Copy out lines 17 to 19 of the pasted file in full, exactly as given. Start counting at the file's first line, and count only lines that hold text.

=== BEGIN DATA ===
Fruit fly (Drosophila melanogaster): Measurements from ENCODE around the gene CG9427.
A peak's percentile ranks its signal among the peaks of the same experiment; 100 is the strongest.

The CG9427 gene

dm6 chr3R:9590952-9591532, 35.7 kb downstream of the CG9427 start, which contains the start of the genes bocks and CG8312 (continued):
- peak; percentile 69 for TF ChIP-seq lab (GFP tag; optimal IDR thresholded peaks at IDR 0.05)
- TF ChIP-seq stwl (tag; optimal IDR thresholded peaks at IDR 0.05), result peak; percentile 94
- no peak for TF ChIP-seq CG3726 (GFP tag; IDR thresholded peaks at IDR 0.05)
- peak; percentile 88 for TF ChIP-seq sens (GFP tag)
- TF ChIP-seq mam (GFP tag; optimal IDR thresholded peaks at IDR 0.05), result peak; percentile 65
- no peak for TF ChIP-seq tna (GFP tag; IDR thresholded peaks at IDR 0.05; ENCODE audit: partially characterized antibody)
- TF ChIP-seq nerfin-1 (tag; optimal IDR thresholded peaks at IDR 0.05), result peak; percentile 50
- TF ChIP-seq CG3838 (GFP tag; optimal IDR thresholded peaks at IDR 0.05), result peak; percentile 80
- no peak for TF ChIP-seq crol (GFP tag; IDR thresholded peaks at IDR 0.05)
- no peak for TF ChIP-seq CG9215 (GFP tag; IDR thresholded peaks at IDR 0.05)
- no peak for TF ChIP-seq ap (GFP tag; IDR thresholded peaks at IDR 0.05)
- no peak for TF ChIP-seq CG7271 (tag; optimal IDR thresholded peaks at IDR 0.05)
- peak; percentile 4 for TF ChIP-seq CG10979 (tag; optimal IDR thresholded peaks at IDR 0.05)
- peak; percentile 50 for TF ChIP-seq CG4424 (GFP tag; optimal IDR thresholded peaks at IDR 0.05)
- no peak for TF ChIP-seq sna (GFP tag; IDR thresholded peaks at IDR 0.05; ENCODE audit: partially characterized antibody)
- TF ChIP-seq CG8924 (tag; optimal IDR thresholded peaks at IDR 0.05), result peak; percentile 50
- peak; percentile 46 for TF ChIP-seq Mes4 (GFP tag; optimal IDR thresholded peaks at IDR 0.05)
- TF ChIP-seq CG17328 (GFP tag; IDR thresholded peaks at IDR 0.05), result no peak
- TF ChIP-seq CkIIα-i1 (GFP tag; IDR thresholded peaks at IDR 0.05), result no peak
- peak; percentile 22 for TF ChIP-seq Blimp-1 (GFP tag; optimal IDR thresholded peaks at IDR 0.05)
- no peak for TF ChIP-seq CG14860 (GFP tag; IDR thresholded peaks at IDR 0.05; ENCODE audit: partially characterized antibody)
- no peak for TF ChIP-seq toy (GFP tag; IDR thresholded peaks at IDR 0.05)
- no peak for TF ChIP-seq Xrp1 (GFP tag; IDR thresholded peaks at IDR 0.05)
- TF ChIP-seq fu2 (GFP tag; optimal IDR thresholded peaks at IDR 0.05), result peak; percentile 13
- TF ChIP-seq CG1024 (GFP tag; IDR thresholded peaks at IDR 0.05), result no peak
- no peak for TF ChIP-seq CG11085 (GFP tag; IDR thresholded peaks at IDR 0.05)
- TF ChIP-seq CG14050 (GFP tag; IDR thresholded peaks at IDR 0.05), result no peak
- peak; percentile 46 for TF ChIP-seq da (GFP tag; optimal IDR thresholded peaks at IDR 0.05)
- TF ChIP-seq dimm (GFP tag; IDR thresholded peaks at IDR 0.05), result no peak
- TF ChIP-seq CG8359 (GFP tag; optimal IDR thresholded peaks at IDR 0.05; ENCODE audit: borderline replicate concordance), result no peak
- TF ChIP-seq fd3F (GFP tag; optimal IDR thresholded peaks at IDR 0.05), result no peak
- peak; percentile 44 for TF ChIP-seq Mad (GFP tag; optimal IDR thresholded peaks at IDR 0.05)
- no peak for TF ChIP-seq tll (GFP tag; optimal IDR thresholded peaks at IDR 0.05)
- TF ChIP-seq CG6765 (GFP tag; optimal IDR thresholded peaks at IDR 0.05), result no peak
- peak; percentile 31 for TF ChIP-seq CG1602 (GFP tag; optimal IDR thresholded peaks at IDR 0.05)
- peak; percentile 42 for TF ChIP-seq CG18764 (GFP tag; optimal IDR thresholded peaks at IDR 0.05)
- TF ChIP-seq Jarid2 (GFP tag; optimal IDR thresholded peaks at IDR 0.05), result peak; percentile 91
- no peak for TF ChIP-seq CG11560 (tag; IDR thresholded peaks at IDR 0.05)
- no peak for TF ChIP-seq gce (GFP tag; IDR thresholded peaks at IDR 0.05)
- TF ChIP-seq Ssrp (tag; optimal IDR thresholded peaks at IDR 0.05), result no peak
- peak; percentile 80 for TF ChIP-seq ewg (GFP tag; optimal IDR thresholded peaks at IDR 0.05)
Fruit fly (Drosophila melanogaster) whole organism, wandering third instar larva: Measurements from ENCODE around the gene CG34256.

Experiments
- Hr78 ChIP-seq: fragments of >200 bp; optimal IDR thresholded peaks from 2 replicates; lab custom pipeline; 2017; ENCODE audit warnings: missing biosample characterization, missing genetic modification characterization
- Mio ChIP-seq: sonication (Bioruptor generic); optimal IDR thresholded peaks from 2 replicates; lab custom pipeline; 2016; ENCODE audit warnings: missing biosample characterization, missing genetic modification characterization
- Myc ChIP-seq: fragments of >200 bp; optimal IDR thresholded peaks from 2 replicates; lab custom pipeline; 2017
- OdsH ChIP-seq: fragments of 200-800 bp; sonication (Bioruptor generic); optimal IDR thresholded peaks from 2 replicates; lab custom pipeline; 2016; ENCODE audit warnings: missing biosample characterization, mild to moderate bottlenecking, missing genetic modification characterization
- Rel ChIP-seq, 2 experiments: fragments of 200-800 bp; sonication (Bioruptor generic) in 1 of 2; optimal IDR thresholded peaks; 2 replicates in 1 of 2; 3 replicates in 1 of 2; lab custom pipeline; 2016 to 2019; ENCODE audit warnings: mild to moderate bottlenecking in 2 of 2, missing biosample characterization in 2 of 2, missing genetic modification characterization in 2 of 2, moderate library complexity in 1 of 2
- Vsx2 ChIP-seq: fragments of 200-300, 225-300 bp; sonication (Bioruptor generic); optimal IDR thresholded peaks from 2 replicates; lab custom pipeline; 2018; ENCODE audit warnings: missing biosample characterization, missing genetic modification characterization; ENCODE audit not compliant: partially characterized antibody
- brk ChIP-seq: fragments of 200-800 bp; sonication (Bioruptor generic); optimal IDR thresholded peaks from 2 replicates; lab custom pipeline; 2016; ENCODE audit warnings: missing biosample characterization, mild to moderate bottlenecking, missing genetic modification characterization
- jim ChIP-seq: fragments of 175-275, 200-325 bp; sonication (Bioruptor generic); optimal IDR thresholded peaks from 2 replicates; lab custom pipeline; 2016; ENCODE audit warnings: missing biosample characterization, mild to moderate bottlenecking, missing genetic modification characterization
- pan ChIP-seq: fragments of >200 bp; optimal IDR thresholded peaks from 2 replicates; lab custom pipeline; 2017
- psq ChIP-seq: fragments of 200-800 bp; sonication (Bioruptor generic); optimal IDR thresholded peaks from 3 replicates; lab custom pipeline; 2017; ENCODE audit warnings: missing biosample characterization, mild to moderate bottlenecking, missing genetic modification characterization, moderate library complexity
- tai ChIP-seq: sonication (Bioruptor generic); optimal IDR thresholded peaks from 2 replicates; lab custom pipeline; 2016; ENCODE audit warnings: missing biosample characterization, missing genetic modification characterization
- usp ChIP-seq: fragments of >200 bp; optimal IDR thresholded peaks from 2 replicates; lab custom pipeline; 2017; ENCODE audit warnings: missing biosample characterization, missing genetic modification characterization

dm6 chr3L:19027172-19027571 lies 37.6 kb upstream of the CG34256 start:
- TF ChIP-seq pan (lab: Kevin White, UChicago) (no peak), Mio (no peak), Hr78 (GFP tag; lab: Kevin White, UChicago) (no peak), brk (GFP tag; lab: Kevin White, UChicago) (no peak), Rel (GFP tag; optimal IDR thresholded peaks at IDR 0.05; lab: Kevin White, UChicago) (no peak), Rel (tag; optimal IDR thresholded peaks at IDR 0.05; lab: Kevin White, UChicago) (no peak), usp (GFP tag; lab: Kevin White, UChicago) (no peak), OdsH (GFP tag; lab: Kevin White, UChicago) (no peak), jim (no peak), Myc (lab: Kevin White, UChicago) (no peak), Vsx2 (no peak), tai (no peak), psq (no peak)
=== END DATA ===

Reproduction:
- peak; percentile 4 for TF ChIP-seq CG10979 (tag; optimal IDR thresholded peaks at IDR 0.05)
- peak; percentile 50 for TF ChIP-seq CG4424 (GFP tag; optimal IDR thresholded peaks at IDR 0.05)
- no peak for TF ChIP-seq sna (GFP tag; IDR thresholded peaks at IDR 0.05; ENCODE audit: partially characterized antibody)